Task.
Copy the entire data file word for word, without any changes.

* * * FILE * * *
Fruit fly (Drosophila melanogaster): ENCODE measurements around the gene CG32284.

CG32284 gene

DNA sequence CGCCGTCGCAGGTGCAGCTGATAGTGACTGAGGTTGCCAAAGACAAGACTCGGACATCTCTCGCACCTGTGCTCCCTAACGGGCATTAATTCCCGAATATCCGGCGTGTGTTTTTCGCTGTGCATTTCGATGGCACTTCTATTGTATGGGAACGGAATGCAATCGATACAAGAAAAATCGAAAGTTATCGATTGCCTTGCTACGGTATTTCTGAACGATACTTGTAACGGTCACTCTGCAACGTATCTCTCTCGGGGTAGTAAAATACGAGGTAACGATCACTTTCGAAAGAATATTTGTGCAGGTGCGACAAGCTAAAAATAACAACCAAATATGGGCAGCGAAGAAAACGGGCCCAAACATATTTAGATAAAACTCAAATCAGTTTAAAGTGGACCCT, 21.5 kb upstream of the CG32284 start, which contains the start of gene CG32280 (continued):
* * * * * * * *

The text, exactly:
Fruit fly (Drosophila melanogaster): ENCODE measurements around the gene CG32284.

CG32284 gene

DNA sequence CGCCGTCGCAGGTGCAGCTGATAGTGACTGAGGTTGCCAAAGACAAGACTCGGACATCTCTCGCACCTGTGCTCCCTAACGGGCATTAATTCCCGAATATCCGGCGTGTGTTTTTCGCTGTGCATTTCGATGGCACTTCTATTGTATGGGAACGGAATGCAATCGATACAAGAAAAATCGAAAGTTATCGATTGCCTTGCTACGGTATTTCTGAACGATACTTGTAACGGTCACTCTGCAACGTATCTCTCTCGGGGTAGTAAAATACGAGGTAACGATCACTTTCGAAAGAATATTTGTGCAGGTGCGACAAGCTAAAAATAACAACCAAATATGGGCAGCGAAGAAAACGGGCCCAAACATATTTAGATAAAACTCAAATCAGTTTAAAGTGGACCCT, 21.5 kb upstream of the CG32284 start, which contains the start of gene CG32280 (continued):